Social Norms Are Far

We see social norms as more relevant when predicting the average behavior of a group, relative to predicting an individual’s behavior:

In judgments of morally relevant behaviors, forecasters estimated that a randomly selected individual (e.g., a student) would act more selflessly (e.g., give to charity) than would the population from which the individual was drawn (e.g., the student body). … When considering how an individual will behave, people give weight to an individual-level force on behavior: what an individual’s moral conscience would lead one to do. When considering a population, forecasters give more emphasis to a group-level force on behavior: social norms and pressures. … Individuals were [also] forecast as more likely than populations to perform behaviors that emerge primarily because of an individual-level force—a person’s will—but not behaviors that are encouraged by social norms. (more)

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  • Isn’t this basically true of all predilections?  More impactful to groups than to individual?  As a matter of statistics?  

  • Eric Falkenstein

    I think this is a combination of two things.  First, from the law of large numbers,  a single event can break free from the average, but the average can’t.  Secondly, our minds want to predict pattern and not simply resort to broad averages. I don’t have the link, but I remember a study where if you show the left brain a sequence of lights that flash above the line 80% of the time, rats and pigeons and 4-year olds do better than adults because our left, theorizing side, tries to guess which one will be above or below the line, matching only the relative frequency, but wasting many choices below the line. So, given the possibility of the individual breaking free of the mean, our pattern finder goes to work, often without benefit.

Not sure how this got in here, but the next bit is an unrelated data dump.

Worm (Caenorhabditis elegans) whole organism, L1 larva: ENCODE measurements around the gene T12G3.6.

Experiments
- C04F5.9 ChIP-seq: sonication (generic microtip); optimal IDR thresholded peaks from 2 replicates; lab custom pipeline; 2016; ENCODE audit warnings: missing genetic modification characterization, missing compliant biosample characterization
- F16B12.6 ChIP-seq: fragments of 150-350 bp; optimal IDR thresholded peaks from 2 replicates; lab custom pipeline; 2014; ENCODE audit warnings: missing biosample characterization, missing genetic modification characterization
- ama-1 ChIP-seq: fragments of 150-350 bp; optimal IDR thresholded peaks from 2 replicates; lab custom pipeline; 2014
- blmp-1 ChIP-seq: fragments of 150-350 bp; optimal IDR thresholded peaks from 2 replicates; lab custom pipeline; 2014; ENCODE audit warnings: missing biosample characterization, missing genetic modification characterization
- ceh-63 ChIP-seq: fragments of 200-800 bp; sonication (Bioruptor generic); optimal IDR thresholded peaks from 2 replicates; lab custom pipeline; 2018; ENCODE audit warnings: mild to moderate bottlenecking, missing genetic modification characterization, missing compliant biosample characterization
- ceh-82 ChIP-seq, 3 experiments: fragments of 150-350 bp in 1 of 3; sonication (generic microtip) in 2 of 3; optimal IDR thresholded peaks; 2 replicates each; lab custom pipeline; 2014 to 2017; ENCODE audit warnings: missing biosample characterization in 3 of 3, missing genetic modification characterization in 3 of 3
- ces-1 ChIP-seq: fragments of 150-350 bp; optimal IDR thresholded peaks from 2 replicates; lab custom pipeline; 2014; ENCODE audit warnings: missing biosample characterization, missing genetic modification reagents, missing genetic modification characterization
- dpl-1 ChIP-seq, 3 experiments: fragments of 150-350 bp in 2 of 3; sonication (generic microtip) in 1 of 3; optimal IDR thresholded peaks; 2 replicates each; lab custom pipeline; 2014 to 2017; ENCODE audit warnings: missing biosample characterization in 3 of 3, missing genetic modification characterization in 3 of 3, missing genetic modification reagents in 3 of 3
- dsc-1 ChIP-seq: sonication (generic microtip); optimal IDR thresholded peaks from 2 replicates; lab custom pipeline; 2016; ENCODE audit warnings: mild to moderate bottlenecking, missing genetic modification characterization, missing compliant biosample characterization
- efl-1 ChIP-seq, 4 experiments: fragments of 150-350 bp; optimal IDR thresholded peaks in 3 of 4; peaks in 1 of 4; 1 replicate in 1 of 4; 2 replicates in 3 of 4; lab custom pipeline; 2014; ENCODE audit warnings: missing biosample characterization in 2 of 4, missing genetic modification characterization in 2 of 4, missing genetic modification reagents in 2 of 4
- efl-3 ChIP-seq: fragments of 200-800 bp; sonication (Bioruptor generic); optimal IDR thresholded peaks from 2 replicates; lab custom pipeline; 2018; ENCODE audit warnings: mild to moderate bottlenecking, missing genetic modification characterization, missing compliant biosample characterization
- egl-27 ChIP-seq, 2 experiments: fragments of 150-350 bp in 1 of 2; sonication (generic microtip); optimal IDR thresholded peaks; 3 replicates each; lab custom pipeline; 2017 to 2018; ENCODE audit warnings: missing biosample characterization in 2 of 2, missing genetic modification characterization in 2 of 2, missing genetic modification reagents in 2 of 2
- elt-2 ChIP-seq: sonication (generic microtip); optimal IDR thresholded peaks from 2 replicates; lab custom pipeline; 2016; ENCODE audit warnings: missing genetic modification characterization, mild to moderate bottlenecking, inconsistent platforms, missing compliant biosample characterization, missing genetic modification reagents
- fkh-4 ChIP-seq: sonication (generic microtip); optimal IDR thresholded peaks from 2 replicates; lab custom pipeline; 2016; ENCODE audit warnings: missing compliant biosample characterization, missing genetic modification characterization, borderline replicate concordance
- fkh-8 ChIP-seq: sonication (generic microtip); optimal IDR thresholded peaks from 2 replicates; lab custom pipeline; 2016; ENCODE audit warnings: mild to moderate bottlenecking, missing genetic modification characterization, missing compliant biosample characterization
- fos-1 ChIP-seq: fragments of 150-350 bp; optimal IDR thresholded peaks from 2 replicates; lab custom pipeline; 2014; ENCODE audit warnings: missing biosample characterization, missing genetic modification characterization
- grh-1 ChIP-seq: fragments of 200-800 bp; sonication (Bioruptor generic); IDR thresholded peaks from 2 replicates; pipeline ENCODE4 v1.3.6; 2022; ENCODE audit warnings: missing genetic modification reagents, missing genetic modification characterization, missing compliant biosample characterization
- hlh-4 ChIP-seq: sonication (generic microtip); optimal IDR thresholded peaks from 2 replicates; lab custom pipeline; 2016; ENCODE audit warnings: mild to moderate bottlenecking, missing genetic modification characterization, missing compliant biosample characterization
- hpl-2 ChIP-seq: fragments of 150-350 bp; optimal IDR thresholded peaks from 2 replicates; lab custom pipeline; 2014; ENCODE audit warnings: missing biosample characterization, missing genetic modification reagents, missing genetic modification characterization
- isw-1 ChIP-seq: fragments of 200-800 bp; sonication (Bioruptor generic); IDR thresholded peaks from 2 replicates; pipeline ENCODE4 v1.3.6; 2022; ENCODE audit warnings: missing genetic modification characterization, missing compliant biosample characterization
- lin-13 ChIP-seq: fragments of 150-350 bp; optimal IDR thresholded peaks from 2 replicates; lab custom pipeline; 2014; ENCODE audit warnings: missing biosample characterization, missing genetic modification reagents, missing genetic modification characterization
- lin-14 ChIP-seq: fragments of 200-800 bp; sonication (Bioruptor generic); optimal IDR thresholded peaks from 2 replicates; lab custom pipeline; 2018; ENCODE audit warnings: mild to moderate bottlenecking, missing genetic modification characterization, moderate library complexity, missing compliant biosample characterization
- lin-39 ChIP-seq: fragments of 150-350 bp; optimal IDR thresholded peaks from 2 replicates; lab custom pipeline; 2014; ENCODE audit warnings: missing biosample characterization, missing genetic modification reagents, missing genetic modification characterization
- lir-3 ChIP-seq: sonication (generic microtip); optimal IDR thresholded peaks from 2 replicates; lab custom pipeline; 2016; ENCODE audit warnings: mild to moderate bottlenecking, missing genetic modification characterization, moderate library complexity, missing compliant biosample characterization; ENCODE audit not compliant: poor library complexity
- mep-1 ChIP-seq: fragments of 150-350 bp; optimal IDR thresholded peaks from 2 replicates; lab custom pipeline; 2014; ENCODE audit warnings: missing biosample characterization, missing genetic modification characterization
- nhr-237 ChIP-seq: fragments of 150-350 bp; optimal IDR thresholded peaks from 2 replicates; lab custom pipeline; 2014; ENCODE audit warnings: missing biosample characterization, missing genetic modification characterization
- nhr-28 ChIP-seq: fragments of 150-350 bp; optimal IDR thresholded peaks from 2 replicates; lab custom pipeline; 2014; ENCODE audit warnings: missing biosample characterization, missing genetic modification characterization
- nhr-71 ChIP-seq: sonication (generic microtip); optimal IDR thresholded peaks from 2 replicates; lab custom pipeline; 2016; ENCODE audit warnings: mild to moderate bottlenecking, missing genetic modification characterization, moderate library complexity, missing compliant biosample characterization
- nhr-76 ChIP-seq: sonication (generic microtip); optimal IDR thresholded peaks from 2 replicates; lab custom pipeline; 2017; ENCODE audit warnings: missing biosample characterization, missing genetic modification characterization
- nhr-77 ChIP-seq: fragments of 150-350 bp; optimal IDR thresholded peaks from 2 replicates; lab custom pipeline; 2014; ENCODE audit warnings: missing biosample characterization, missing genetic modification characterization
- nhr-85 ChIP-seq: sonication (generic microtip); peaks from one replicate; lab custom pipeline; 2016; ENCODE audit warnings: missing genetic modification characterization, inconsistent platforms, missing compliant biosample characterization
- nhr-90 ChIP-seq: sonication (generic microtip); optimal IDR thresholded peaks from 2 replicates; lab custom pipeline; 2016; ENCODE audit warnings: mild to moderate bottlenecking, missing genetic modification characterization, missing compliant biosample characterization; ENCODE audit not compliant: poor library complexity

• Dave

    Um, what? Say group A has two subgroups: A1 gives $0 and A2 gives $10. If |A1|=|A2|, the average is $5, but no individual gave $5.

  • A number of commenters have said something to the effect of “but individuals can be different than the average”. Yes, that’s true. And the standard deviation reflects how far from the mean we might expect them to be. But we DON’T know in which direction they will deviate from the mean. There is no more reason to believe a random person will be more selfless than average than to believe they will be more selfish. The expected value of their deviation from the average is zero, even if the expected absolute value of said deviation is positive.